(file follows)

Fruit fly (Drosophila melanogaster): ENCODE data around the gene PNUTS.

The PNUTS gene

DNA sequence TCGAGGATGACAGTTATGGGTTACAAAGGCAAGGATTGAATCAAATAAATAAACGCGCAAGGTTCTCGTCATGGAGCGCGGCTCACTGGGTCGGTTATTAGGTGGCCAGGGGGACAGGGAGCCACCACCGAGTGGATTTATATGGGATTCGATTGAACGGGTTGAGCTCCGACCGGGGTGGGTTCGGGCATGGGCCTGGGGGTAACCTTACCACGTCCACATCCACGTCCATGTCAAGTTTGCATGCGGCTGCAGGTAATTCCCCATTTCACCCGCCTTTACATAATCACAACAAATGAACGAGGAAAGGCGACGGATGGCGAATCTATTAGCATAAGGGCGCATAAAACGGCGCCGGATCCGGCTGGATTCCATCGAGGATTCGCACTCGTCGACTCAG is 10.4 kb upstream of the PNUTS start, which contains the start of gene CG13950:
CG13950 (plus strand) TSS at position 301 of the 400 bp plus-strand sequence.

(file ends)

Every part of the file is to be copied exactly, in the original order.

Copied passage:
Fruit fly (Drosophila melanogaster): ENCODE data around the gene PNUTS.

The PNUTS gene

DNA sequence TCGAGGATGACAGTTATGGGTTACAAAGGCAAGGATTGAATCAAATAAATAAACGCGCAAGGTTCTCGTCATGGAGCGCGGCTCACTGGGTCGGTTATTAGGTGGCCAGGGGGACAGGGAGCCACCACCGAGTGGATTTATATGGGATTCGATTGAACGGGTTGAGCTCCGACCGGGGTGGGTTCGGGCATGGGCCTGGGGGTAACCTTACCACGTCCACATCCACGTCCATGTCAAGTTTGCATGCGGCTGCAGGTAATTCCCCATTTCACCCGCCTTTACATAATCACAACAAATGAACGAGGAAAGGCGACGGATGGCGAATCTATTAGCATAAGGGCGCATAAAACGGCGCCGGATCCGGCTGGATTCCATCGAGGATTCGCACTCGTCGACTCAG is 10.4 kb upstream of the PNUTS start, which contains the start of gene CG13950:
CG13950 (plus strand) TSS at position 301 of the 400 bp plus-strand sequence.